The Google Tensor SoC (built by Samsung) contains two Cortex-X1 cores - and I believe the general consensus is to only include one of these cores in a SoC due to their power requirements.
As a consequence, the Snapdragon 888 only contains a single Cortex-X1 in a three level pyramid of cores.
As I recall, the Cortex-X1 at 5nm ran pretty much neck-and-neck with Apple's A13 high performance Lightning cores at 7nm (used in the iPhone 11), with Lightning being overall a bit faster and Cortex-X1's floating point taking the lead.
I believe when Google announced they were "building their own chips" that what really meant is Google designed an NPU and seconded Samsung as their silicon proxy and told Samsung to put two Cortex-X1s in their SoC - despite any warnings Samsung may have given - in an attempt to beat Apple at their own game.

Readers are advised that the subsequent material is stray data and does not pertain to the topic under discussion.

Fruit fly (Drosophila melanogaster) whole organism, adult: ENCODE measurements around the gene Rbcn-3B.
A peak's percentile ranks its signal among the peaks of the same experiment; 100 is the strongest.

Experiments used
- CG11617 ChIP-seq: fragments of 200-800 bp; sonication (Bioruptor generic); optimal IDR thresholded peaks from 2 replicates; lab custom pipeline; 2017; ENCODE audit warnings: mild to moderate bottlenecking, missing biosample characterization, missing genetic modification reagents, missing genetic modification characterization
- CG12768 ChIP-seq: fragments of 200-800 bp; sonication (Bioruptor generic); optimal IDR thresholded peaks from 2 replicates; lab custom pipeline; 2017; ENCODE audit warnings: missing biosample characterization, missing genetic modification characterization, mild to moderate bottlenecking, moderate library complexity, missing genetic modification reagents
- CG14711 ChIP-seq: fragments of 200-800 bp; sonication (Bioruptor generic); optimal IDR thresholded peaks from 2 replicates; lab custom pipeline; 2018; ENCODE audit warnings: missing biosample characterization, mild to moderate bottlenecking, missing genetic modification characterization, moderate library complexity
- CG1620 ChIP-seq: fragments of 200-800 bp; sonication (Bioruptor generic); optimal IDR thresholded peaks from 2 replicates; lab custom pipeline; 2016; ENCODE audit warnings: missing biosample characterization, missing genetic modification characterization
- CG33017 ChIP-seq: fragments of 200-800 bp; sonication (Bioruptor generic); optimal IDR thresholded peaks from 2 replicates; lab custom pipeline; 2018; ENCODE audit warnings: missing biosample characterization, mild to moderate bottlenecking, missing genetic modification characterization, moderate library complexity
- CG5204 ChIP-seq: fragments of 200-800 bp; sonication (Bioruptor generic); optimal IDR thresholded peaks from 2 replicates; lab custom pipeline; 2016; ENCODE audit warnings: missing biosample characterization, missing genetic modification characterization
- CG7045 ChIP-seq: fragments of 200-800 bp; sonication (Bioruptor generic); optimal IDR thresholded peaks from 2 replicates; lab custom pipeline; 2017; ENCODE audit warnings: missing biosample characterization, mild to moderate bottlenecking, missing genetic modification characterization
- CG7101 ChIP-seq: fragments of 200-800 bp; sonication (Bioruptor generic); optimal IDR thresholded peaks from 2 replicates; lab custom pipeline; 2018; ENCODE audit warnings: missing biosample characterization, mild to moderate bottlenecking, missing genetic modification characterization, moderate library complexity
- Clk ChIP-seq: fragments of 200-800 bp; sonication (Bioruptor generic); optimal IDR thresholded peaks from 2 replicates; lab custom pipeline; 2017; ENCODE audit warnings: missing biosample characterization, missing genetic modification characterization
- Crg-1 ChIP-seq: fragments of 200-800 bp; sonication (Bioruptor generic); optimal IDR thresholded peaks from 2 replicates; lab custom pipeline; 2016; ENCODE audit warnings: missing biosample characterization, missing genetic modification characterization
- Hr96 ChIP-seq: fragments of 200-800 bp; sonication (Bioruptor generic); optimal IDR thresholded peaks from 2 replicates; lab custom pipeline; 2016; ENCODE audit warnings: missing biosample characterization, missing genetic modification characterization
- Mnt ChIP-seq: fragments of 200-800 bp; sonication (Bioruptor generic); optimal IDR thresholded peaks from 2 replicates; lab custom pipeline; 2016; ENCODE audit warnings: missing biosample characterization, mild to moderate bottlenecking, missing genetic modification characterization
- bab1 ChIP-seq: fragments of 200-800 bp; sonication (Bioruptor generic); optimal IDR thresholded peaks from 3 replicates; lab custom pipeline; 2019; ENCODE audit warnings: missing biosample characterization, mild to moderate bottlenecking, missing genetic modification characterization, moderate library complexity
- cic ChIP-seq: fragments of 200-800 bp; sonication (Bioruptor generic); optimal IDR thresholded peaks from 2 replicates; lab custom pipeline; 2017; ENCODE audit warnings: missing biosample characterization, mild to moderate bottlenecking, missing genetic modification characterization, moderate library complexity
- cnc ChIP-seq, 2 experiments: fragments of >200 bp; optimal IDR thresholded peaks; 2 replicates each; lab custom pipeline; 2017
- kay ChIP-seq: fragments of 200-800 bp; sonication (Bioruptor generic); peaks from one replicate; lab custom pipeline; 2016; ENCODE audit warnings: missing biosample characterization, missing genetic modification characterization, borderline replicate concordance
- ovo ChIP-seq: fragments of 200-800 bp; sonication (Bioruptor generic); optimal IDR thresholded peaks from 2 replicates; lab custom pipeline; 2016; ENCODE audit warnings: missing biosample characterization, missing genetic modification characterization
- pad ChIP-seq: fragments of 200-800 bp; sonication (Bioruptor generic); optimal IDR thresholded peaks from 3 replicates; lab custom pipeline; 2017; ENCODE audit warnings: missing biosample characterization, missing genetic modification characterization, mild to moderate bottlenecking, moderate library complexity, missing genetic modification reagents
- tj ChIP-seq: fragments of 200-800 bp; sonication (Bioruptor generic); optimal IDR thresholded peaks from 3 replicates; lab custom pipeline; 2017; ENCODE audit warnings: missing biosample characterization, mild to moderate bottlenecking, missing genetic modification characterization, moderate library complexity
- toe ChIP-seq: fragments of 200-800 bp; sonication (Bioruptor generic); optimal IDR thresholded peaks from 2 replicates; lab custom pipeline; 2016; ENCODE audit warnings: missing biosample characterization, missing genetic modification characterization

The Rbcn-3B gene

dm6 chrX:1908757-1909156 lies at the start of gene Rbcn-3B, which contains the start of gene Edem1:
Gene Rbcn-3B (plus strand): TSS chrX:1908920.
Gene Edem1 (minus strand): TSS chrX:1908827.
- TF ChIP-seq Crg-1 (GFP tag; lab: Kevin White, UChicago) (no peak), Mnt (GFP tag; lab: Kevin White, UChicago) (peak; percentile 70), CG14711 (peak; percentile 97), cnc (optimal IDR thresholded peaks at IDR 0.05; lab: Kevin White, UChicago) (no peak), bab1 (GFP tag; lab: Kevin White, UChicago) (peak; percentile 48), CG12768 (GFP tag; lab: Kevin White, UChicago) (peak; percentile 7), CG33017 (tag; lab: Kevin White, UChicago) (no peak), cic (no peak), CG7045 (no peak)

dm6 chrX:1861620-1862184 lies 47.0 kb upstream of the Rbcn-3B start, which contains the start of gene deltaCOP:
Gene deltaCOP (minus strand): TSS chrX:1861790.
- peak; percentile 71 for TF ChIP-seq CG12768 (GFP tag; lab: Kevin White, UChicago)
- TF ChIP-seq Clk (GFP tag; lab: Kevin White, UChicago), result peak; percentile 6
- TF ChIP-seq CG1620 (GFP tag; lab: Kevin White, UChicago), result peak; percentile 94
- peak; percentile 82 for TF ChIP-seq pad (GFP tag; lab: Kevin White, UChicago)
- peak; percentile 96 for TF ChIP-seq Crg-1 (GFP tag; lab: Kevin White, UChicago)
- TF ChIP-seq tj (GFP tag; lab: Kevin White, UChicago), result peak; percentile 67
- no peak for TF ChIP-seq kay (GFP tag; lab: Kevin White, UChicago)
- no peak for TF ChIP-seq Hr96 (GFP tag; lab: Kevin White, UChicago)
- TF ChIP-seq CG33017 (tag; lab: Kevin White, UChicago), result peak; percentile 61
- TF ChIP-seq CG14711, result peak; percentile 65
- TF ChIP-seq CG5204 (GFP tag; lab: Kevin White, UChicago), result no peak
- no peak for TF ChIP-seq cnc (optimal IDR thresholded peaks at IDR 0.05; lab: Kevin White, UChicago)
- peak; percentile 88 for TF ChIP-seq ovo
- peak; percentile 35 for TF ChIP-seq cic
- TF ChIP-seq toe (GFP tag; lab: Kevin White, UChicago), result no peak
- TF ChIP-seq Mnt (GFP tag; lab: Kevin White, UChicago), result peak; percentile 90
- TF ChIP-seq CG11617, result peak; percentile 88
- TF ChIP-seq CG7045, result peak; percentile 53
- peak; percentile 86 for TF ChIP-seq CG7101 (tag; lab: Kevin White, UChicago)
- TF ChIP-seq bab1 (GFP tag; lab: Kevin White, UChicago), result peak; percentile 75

All these companies saying they're "building their own chips" despite having no expertise in silicon design are just cousin' for a bruisin' - like Microsoft using their silicon proxy Qualcomm, and ironically Qualcomm attempting the same through their silicon proxy the recently acquired Nuvia (composed of ex-Apple silicon engineers).
Qualcomm's expertise is picking standard ARM cores and putting them in a SoC with a few cache line changes - I don't recall if they've ever designed their own cores. That's why they acquired Nuvia, hoping to drain some of Apple's brain.
And so ... the Pixel 6 may simply be suffering from Google's hubris in "making their own" Tensor SoC.